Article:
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Tele Freeride - Undiscovered by Aliens   by Brian Estey - added November 25, 2007

Among the words of the following story lives the essence of the no pole movement.

Disclaimer: I love alpine skiing and many, many people who are exclusively alpine skiers. -be

I am here with my self, thinking of the new face of alpine skiing, and this foreboding image begins to crystallize in my mind, as unsolicited as the Ghost Busters' Stay Puft Marshmallow Man. The image is that of a metallic blue Dodge Neon with racing stripes, and it will not stop driving through my head. The driver looks like the old Vanilla Ice (as opposed to New Vanilla Dread-Ice´┐Ż). Though he seems near, his gaze is a galaxy away.

That's when, click, I figure him, and realize that he is the cleverly disguised leader of an alien band that lives among us. He thinks he has me fooled with his Alien Ice getup, but no, I read his thoughts like letters on a chalkboard. He thinks nobody would ever suspect an alien of listening to the awful Miami Bass that booms from his trunk. Miami Bass is their hypnotic ploy, and it appears to be working on everyone but me. I see all aliens.

Brian Narajowski by Adam Clark "Hands that caress the snow connect the soul to the mountain. That, plus mobility, is the tele freeride..."

When this one realizes he's been had, he snaps his head forward and attempting to move it to the incessant bassline, misses each beat altogether. Aliens, I have learned, have no rhythm.

On the front of his Dodge spaceship, a windshield-sized sticker indicates that this alien is from a planet called Rockford-Fosgate. The sonic hip-hop pulse feels like a gravity mutator warping me into his trunk. I find myself not wanting to go, especially if he is serious about the Neon's racing stripes.

I'm no charlatan; I've done my research on aliens. In summertime, they ride full-suspension mountain bikes uphill. Come winter they lock down on alpine skis, often stiff and powerful. I had my first encounter-a giveaway, really--while skiing at Alta. I knew he was alien when he hiked up and over to a long, untracked powder shot then skied straight down the entire thing without a turn. I couldn't believe it, my first alien. Soon everybody around knew it was an alien because I was pointing and shouting, "Alien! Look everybody, it's an alien!" I think nobody saw him because he was going too fast, so I yelled, "Turn, alien, turn!" I was slithering around in my tele boots, trying to show him a turn, trying to get across how much fun it was. He did not get the snakeman hint.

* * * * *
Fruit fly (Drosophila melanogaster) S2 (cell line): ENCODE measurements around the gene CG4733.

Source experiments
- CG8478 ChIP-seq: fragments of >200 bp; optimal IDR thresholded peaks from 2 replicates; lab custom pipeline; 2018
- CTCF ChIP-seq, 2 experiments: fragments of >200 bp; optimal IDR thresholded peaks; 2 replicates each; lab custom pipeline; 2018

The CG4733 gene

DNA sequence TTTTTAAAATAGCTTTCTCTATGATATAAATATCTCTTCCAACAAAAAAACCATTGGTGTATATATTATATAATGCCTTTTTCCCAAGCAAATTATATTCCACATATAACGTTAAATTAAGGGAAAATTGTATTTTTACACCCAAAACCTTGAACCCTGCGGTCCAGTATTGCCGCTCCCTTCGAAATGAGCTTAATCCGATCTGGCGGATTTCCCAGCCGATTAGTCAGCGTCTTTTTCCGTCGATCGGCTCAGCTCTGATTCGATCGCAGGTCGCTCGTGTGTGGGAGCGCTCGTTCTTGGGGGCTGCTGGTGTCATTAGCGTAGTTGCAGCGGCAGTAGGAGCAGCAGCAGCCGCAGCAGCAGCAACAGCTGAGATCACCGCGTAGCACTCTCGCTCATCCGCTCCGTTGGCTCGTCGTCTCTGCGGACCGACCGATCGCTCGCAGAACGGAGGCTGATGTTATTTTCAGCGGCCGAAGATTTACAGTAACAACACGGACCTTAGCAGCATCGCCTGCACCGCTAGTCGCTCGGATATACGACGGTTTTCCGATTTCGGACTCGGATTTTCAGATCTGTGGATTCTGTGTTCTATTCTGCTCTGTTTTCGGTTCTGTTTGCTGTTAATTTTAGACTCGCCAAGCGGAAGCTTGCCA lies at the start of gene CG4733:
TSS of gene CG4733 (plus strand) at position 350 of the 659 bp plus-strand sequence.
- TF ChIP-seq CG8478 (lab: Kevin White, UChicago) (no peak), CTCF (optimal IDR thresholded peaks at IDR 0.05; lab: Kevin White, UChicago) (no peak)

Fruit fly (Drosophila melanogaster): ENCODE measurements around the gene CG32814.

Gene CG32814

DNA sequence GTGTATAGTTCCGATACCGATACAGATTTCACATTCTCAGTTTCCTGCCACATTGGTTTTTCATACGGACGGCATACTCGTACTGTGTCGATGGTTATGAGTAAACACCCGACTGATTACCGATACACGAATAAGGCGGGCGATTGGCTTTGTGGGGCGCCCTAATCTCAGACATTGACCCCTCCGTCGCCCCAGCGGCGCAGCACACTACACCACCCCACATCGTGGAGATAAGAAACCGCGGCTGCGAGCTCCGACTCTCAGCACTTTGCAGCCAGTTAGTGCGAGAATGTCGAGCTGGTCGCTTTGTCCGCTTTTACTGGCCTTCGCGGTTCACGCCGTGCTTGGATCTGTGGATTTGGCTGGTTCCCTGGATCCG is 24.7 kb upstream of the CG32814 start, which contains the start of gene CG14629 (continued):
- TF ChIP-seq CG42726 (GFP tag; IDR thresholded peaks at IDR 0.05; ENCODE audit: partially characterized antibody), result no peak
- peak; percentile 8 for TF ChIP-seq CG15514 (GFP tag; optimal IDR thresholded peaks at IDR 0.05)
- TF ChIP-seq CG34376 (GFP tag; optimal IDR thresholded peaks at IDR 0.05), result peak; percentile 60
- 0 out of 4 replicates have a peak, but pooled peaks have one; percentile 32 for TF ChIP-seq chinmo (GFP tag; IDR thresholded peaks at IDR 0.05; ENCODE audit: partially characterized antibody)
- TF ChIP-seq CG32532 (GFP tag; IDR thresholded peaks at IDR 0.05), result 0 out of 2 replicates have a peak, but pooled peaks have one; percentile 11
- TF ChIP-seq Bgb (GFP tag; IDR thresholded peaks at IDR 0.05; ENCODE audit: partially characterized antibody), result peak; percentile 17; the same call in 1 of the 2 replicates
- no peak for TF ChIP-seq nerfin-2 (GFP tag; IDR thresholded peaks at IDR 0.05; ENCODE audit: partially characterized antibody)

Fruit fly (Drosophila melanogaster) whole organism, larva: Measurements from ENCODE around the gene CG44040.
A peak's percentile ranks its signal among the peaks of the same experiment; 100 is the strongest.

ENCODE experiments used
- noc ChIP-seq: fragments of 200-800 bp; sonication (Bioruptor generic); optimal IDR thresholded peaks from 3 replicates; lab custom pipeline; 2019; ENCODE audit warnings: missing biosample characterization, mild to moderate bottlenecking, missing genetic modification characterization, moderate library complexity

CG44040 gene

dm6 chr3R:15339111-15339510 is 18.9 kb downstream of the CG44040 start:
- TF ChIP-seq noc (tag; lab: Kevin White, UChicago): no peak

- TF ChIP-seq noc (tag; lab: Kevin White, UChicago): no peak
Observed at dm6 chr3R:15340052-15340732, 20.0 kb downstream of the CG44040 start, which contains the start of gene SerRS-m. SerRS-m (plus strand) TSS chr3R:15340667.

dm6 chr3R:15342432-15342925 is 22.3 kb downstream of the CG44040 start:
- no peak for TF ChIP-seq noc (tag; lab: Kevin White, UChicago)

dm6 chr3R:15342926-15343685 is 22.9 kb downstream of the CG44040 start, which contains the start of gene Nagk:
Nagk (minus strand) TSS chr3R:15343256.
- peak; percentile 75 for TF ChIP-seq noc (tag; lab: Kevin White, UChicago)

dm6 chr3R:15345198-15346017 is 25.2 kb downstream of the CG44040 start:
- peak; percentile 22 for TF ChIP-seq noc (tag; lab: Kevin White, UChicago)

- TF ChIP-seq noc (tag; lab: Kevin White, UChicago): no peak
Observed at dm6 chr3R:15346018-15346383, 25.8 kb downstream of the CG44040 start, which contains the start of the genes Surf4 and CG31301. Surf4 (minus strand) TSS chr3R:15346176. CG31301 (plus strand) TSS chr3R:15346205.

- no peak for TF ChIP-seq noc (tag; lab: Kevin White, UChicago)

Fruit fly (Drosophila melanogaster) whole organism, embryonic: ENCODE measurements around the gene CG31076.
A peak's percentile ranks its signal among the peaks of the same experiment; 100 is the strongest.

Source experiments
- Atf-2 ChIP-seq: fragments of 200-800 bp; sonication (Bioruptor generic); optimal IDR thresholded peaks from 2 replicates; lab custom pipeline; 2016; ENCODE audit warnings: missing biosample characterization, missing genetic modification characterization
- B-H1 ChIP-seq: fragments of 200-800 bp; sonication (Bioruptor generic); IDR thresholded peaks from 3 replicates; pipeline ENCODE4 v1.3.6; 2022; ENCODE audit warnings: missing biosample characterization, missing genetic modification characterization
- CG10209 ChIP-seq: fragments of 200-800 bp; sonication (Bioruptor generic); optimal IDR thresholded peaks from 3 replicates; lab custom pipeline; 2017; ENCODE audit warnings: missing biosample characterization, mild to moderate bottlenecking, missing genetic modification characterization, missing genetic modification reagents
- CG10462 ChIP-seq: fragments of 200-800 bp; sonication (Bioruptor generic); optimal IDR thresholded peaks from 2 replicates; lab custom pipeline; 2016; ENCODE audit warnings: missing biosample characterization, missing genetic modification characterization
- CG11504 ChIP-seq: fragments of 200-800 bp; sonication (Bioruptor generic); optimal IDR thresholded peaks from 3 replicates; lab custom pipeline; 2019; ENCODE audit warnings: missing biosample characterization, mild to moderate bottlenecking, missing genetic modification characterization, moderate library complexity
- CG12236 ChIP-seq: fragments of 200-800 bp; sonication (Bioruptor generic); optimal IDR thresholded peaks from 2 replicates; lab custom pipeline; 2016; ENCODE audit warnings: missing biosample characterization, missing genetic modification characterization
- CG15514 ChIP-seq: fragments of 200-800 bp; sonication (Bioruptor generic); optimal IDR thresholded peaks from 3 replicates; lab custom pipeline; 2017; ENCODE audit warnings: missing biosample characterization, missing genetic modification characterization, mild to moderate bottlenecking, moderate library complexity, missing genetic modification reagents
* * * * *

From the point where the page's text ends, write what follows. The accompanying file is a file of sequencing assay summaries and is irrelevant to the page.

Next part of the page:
As he went past me, he leaned on his fat tails but wore no expression. He held his arms out to indicate how, as a hyper-intelligent being, he had calculated each micron of turn pleasure sacrificed, then factored that in with each nanosecond of gravitational bliss given up for his pure speed run. Then and there I understood that he never would have done that straightline if he had those same skis mounted freeheel. Turning is too much fun.

You see how I did not shout, "Extreme hotrod, man!" No. Rather, I was thinking I got to get the hell away from Utah because it's so full of aliens. Right there I decided to flee to the North and re-associate myself with another society of fellow demure-but-sociopathic-halfbreed-refugee-freaks. The farther north, the less aliens.